From Probabilistic to Differentiable Programming: a Programming Language Approach to AI

In his popular-scientific book The Master Algorithm, Pedro Domingos identifies five main schools of thought in Machine Learning (ML, for short), which he calls tribes. Each tribe has its own definition of learning as well as a family of algorithms capturing the learning process. In this post I move from Domingos’ classification and look at ML (and its schools of thought) from a different perspective, which I think is becoming quite popular both in the ML and in the Programming Language Theory (PLT, for short) community: the programming language perspective.

Before entering the details, let me make a couple of clarifications about this post.

  1. First of all, this is a work in progress post. This means that I will publish partial versions of it (the reason for that is in point 2), with the goal of having a complete post in few weeks.  Any comment, suggestion, or correction is obviously very welcome.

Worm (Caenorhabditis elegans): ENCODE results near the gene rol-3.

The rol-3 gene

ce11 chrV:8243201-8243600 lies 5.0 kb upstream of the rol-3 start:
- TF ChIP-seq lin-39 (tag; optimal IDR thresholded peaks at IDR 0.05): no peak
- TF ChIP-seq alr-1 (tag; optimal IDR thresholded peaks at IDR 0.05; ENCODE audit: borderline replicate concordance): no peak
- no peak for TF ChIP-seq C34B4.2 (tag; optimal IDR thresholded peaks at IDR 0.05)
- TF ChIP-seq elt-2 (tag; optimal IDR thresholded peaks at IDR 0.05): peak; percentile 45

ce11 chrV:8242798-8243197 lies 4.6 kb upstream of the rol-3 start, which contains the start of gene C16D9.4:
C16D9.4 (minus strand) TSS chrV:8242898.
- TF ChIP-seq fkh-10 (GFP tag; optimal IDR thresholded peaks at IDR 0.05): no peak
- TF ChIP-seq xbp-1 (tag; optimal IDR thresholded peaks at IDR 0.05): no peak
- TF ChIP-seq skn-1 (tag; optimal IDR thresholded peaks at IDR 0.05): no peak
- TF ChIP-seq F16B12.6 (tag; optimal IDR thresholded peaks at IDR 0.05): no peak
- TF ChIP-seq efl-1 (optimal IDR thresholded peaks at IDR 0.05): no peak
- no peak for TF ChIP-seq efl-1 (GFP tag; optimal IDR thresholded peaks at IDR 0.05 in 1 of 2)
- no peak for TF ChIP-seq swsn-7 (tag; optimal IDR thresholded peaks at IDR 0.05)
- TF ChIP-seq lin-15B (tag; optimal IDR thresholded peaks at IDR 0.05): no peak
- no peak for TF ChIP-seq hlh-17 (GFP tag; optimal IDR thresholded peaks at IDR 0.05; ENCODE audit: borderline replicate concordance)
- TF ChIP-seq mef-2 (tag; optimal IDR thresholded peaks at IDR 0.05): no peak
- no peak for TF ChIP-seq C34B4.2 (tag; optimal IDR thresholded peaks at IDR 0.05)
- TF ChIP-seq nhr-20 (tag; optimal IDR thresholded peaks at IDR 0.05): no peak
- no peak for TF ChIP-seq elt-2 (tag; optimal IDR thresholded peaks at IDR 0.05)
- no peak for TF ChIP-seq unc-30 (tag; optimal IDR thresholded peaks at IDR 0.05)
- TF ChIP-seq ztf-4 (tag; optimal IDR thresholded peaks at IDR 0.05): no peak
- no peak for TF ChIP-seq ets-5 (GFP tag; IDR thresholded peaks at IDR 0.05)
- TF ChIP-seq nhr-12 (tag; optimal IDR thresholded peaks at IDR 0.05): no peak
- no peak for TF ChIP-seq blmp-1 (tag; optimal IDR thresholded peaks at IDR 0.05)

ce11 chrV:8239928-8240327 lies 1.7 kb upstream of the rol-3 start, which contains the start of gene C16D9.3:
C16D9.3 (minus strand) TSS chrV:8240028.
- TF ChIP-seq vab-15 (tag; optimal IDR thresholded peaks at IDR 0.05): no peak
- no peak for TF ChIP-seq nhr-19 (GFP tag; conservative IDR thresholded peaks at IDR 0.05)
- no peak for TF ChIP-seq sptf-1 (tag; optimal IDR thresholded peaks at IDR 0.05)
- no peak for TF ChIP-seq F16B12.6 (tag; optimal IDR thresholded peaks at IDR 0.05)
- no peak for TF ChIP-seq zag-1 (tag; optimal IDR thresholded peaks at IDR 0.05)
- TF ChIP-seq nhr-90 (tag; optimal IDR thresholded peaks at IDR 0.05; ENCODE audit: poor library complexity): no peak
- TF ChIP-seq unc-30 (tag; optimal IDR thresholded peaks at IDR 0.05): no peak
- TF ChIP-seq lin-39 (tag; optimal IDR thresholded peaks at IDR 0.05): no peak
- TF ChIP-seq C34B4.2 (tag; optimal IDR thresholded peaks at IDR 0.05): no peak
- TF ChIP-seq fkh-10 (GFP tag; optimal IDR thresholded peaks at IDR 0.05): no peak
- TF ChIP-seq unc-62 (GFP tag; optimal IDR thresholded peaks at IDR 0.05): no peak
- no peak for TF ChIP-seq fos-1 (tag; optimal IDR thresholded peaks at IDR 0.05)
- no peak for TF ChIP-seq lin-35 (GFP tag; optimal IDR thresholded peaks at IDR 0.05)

2. Second, I do not know much about ML. I am writing this post trying to systematise the things I am studying as well as to make connections between ML and PLT explicit. Some of these connections are well-known and I will try to give references for them. The others are based on personal thoughts and considerations. They could be trivial, meaningless, or well-known in some specific fields. In the latter case any pointer to references will be very much appreciated.

The Five Tribes of ML